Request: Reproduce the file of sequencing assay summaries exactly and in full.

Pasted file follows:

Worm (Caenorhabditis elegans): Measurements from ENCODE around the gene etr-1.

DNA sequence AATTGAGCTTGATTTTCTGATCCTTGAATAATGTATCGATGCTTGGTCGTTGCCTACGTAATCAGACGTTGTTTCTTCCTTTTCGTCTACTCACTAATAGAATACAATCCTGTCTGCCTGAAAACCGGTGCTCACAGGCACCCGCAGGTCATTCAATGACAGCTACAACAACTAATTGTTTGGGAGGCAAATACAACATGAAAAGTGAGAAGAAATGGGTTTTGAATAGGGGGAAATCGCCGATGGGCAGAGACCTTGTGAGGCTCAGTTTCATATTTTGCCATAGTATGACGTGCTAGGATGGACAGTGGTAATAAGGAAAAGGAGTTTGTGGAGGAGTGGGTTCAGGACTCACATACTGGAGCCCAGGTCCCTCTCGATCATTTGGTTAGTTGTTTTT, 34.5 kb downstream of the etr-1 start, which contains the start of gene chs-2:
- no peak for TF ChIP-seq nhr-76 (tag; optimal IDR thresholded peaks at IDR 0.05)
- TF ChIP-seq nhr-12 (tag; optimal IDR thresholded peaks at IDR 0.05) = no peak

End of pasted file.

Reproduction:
Worm (Caenorhabditis elegans): Measurements from ENCODE around the gene etr-1.

DNA sequence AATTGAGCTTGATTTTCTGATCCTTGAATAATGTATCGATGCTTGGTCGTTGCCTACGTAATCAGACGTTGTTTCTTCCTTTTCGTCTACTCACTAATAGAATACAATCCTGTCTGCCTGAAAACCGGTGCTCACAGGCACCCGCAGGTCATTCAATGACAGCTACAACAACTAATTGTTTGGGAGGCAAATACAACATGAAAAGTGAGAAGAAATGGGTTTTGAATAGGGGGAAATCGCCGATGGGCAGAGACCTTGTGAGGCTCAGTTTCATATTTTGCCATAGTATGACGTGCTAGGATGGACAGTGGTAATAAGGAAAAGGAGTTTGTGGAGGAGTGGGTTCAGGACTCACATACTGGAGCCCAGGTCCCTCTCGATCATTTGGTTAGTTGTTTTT, 34.5 kb downstream of the etr-1 start, which contains the start of gene chs-2:
- no peak for TF ChIP-seq nhr-76 (tag; optimal IDR thresholded peaks at IDR 0.05)
- TF ChIP-seq nhr-12 (tag; optimal IDR thresholded peaks at IDR 0.05) = no peak